The much-anticipated trial opened Thursday under tight security at the intermediate court in Hefei, the capital of Anhui province. Police barricaded the street leading to the courthouse, turning back all cars and buses. And the courthouse itself was ringed by police standing every few feet, and shoulder to shoulder up the main steps. A throng of journalists and onlookers was kept outside in a driving rainstorm. Around 9 a.m., two apparent supporters of Bo were quickly hustled away by police when they began shouting slogans.
Gu and a household aide, Zhang Xiaojun, have been charged with murder in the poisoning death of a British businessman, Neil Heywood, with whom Gu allegedly had a business dispute. Bo has not been charged with any crime but was removed from all his party posts in the spring for unspecified “discipline violations.”
Gu’s conviction is considered a foregone conclusion in China, where the police, courts and prosecutors operate under the party’s tight control and largely according to script. But the evidence presented in court, any witnesses allowed to speak and the severity of the eventual sentence that Gu receives will all signal how the party intends to handle Bo.
Bo, the charismatic son of a Mao-era revolutionary hero, is still thought to command a following in China, particularly among the “new leftists” disenchanted with the country’s growing income disparity and the loss of socialist ideals. Some analysts say that the party’s senior leaders, who are meeting now for their annual summer retreat at the Beidaihe seaside resort, remain deeply divided over what punishment Bo should face.
On the one hand, observers say, some want Bo not only stripped of his party positions but also jailed on criminal charges, to preclude any chance of a comeback by a figure who had become a danger because of his populist appeal. “He may come back to politics,” said Cheng Li, a China scholar with the Brookings Institution in Washington. “It’s in everyone’s interest to punish Bo severely.”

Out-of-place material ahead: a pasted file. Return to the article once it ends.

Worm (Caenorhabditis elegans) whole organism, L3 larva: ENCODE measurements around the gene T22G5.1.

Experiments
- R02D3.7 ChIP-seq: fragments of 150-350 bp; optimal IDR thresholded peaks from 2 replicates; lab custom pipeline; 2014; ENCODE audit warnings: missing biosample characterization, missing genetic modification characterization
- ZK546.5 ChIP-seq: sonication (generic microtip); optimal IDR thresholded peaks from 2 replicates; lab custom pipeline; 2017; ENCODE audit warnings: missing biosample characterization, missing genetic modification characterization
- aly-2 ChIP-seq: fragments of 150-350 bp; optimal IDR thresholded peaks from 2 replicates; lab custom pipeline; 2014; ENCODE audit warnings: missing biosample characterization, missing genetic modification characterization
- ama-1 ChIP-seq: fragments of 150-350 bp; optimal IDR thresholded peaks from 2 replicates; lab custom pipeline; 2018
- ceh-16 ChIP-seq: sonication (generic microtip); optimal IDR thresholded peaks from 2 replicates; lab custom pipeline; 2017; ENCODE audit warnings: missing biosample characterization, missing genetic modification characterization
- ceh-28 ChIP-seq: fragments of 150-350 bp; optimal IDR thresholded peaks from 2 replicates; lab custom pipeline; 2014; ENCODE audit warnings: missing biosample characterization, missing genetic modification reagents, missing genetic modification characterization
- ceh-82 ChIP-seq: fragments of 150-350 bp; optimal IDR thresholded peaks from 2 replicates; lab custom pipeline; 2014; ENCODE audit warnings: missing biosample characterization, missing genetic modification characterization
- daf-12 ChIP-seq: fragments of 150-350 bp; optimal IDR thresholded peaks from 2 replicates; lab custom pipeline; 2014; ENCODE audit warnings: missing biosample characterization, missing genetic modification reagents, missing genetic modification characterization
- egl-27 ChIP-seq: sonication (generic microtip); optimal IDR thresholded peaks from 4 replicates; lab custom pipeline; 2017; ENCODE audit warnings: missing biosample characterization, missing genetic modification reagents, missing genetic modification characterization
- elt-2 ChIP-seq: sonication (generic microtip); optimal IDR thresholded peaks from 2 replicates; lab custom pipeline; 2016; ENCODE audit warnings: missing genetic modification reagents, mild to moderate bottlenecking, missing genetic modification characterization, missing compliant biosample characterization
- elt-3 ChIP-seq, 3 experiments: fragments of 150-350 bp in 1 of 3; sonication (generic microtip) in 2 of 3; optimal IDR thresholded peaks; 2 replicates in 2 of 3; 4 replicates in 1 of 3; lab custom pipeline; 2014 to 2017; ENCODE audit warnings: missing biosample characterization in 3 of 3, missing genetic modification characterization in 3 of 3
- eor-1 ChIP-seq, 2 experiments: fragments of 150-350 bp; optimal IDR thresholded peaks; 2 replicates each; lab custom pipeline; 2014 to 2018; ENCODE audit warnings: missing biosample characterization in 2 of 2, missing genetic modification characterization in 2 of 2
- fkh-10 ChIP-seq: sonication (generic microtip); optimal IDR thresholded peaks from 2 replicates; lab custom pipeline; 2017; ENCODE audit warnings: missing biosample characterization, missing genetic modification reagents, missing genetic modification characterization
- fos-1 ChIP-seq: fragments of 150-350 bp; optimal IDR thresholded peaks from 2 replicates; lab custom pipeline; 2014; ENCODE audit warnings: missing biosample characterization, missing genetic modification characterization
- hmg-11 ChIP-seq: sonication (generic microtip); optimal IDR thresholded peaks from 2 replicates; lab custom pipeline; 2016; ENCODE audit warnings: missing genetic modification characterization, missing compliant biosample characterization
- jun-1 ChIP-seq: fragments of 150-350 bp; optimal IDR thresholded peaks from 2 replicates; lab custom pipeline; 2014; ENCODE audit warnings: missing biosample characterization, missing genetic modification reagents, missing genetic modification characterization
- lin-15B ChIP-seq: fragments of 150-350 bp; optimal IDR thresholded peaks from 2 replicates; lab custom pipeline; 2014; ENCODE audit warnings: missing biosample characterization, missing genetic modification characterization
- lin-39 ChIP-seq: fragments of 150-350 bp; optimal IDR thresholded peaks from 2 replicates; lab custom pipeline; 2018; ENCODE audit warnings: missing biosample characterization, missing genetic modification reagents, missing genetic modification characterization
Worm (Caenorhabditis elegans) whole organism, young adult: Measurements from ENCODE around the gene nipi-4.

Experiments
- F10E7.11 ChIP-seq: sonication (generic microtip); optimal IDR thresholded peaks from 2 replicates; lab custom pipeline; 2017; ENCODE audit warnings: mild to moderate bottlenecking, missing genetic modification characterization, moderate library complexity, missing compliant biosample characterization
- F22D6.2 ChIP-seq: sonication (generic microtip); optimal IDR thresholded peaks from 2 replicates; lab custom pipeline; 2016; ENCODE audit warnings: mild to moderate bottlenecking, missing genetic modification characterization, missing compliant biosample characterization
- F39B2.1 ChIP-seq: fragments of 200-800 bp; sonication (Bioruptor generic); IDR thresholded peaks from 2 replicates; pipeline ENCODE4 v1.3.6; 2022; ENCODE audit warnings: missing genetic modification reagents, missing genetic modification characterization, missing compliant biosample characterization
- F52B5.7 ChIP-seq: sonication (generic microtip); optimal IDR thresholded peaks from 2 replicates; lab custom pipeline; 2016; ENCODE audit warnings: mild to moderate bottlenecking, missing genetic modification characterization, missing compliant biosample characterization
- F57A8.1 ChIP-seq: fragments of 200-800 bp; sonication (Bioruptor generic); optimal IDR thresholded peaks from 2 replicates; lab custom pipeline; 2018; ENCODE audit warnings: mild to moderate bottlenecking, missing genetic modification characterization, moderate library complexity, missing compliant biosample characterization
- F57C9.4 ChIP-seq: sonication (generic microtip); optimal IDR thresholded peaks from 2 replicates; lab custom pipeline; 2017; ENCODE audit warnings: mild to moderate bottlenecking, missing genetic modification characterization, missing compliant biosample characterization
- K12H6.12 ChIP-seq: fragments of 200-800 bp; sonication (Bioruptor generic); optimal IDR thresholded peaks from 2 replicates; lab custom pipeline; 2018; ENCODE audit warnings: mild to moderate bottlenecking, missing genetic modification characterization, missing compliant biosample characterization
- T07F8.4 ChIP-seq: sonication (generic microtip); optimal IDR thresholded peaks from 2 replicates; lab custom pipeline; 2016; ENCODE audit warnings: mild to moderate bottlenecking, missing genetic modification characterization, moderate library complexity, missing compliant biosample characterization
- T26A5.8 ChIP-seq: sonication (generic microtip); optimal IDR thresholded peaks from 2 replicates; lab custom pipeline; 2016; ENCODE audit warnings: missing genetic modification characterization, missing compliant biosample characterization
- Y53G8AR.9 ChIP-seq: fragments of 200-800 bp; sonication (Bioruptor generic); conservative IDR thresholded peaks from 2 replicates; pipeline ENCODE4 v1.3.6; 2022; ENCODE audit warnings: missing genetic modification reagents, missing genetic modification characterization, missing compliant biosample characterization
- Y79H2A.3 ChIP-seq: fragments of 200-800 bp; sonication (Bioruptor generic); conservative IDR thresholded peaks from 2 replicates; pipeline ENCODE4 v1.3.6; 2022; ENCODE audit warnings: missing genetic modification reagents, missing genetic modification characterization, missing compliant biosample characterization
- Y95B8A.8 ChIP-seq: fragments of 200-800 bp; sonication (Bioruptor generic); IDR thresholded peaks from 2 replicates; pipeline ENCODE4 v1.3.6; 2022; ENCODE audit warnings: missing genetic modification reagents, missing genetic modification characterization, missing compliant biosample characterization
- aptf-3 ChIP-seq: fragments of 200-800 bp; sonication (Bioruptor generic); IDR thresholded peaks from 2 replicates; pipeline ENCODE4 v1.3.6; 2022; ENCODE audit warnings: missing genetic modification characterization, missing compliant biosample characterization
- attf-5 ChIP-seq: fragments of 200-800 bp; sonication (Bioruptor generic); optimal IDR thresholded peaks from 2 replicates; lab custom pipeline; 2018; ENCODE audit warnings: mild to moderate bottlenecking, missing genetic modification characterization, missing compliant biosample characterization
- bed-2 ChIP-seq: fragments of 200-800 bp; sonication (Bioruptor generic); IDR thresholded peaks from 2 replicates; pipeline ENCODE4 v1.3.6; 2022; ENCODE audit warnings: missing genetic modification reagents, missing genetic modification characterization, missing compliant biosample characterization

But Bo is said to still have allies, who think he should face a milder internal party discipline, equivalent to a censure, particularly if there is no evidence that he had a hand in Heywood’s slaying or knew anything about it.
“It’s a question of how to settle this problem after ousting him,” said Bo Zhiyue, who is a senior researcher with the National University of Singapore and not related to Bo Xilai. “It’s not just him. He represents a trend of thought in society,” such as favoring a more equitable distribution of wealth. “A lot of senior party members agree with this idea. Bo Xilai still has a lot of political resources, like his personal relationships among the princelings and in the army. . . . He still has a lot of influence, and supporters in the party. So it will be hard to completely defeat him.”